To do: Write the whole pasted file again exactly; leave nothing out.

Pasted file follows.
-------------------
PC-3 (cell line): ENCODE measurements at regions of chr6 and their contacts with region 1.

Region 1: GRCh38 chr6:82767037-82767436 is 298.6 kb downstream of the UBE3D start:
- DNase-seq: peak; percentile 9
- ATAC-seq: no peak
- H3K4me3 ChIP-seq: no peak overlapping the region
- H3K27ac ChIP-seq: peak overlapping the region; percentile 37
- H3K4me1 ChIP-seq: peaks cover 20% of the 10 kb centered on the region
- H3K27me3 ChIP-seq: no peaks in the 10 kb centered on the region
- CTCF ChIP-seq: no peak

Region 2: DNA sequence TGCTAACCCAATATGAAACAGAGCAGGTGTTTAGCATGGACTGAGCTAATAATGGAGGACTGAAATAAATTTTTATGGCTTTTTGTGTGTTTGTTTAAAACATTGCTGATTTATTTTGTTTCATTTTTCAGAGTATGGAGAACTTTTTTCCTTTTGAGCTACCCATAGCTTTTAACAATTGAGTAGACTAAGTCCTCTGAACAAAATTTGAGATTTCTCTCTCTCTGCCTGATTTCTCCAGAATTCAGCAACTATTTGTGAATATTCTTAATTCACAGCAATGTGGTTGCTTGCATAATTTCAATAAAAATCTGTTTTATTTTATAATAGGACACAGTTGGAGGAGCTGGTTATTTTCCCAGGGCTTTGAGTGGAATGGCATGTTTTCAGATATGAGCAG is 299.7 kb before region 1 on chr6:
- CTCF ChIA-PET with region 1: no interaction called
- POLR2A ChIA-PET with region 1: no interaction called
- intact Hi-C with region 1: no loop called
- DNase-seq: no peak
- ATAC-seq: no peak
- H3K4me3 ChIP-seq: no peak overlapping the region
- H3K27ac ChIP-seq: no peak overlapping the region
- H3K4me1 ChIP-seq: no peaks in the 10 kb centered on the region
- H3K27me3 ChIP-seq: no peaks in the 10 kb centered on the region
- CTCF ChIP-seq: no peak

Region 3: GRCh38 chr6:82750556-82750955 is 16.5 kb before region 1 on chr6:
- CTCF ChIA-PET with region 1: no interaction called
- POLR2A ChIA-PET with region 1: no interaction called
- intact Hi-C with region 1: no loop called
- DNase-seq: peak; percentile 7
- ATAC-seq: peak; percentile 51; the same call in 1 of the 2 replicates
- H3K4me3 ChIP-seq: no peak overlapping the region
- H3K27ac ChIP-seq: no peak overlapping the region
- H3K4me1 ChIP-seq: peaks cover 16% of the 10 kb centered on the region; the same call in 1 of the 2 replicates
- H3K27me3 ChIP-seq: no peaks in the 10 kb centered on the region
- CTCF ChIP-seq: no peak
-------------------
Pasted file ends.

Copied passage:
PC-3 (cell line): ENCODE measurements at regions of chr6 and their contacts with region 1.

Region 1: GRCh38 chr6:82767037-82767436 is 298.6 kb downstream of the UBE3D start:
- DNase-seq: peak; percentile 9
- ATAC-seq: no peak
- H3K4me3 ChIP-seq: no peak overlapping the region
- H3K27ac ChIP-seq: peak overlapping the region; percentile 37
- H3K4me1 ChIP-seq: peaks cover 20% of the 10 kb centered on the region
- H3K27me3 ChIP-seq: no peaks in the 10 kb centered on the region
- CTCF ChIP-seq: no peak

Region 2: DNA sequence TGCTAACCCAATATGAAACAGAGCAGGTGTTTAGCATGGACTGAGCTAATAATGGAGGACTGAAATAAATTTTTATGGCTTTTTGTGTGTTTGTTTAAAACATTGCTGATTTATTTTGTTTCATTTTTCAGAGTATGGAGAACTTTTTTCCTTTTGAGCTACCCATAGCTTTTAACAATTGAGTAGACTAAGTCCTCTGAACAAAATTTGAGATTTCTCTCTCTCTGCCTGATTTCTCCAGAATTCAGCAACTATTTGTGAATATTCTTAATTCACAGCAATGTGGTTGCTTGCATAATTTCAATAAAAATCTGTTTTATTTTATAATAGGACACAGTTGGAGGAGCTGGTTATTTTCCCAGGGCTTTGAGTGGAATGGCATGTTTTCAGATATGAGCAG is 299.7 kb before region 1 on chr6:
- CTCF ChIA-PET with region 1: no interaction called
- POLR2A ChIA-PET with region 1: no interaction called
- intact Hi-C with region 1: no loop called
- DNase-seq: no peak
- ATAC-seq: no peak
- H3K4me3 ChIP-seq: no peak overlapping the region
- H3K27ac ChIP-seq: no peak overlapping the region
- H3K4me1 ChIP-seq: no peaks in the 10 kb centered on the region
- H3K27me3 ChIP-seq: no peaks in the 10 kb centered on the region
- CTCF ChIP-seq: no peak

Region 3: GRCh38 chr6:82750556-82750955 is 16.5 kb before region 1 on chr6:
- CTCF ChIA-PET with region 1: no interaction called
- POLR2A ChIA-PET with region 1: no interaction called
- intact Hi-C with region 1: no loop called
- DNase-seq: peak; percentile 7
- ATAC-seq: peak; percentile 51; the same call in 1 of the 2 replicates
- H3K4me3 ChIP-seq: no peak overlapping the region
- H3K27ac ChIP-seq: no peak overlapping the region
- H3K4me1 ChIP-seq: peaks cover 16% of the 10 kb centered on the region; the same call in 1 of the 2 replicates
- H3K27me3 ChIP-seq: no peaks in the 10 kb centered on the region
- CTCF ChIP-seq: no peak